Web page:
Sen. Charles Grassley (R-IA): Red Cross Misled Congress, Refused To ‘Level With the People’ on Haiti Money
Justin Elliott and Laura Sullivan report in ProPublica (and on NPR):
A blistering Senate report on the American Red Cross raises fundamental questions about the integrity of the country’s most storied charity and its stewardship of donors’ dollars.
The report, which was released today by Sen. Charles Grassley, R-Iowa, and contains nearly 300 pages of supporting documents, found:
- After the 2010 Haiti earthquake, the Red Cross spent tens of millions of dollars more than it has previously acknowledged on internal expenses. The Red Cross told Grassley that the money was largely spent on oversight to make sure the Haiti aid was used properly. But Grassley’s office found that the charity “is unable to provide any financial evidence that oversight activities in fact occurred.”
- Red Cross CEO Gail McGovern made false statements to Grassley’s office about whether the charity cooperated with congressional investigators.
- McGovern and her subordinates have kept the charity’s own internal investigations and ethics unit “severely undermanned and underfunded.” The charity is “reluctant to support the very unit that is designed to police wrongdoing within the organization.”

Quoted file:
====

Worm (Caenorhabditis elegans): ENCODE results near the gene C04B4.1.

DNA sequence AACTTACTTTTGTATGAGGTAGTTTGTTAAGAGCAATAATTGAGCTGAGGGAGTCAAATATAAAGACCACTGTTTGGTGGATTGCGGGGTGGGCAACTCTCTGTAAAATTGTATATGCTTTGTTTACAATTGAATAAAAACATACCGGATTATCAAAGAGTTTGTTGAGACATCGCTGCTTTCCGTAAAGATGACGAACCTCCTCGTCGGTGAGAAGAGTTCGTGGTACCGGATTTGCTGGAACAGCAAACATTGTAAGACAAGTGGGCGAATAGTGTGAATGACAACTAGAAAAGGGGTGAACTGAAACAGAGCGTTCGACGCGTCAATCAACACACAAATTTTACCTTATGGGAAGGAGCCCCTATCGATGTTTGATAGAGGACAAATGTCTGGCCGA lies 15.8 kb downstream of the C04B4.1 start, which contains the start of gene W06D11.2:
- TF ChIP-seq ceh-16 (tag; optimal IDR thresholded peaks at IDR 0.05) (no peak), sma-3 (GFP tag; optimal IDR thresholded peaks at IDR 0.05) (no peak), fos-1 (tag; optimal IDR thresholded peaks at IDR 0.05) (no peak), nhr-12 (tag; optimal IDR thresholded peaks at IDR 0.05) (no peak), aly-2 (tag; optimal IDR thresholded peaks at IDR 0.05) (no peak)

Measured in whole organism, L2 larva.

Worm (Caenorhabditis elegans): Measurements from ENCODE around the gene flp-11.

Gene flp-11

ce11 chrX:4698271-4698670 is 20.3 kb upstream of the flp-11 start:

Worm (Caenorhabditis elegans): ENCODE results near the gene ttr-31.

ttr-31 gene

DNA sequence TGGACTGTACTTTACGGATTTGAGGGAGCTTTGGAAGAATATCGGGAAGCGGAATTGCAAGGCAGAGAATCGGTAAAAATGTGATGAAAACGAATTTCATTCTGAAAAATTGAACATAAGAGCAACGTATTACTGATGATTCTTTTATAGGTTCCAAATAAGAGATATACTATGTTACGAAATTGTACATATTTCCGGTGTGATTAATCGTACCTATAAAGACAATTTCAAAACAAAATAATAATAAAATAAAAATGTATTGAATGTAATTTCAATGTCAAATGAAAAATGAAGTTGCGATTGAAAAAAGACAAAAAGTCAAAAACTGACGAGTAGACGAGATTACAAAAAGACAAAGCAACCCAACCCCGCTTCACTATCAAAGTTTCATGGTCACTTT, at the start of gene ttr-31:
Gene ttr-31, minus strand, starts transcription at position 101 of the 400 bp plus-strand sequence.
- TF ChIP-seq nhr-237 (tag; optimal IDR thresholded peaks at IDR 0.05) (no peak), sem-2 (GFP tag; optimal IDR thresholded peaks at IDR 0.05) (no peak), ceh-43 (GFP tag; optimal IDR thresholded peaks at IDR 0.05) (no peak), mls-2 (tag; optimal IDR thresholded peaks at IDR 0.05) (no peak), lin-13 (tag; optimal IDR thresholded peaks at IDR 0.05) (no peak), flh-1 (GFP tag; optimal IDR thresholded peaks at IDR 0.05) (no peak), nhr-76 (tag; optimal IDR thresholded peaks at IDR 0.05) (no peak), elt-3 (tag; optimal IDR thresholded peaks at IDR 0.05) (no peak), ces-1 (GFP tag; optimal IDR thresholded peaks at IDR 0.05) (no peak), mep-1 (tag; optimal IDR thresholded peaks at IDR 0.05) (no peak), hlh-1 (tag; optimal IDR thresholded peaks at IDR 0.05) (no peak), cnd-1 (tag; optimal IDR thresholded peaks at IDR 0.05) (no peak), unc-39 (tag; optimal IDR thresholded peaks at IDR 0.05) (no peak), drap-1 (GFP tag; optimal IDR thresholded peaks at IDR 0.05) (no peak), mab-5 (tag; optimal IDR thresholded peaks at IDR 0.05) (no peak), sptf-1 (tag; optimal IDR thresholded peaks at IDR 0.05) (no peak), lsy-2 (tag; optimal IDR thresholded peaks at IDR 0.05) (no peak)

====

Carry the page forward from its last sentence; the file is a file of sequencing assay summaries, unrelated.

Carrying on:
There are “substantial and fundamental concerns about (the Red Cross) as an organization,” the report concludes.
In an interview about the report, Grassley said that even after a year of back-and-forth with the Red Cross, “we did not get satisfactory answers. It was like pulling teeth.”
Grassley launched his investigation following stories by ProPublica and NPR on Red Cross failures in providing disaster relief, including after the Haiti earthquake. The group raised nearly half a billion dollars after the disaster, more than any other nonprofit. But our reporting found that, for example, an ambitious plan to build housing resulted in justsix permanent homes.
Red Cross officials, including McGovern, have repeatedly told the public that the charity retains 9 percent of donations to cover management and administrative costs. But Grassley found that a full 25 percent of donations — or around $125 million — were spent on fundraising and management, a contingency fund, and a vague, catchall category the Red Cross calls “program costs.” . . .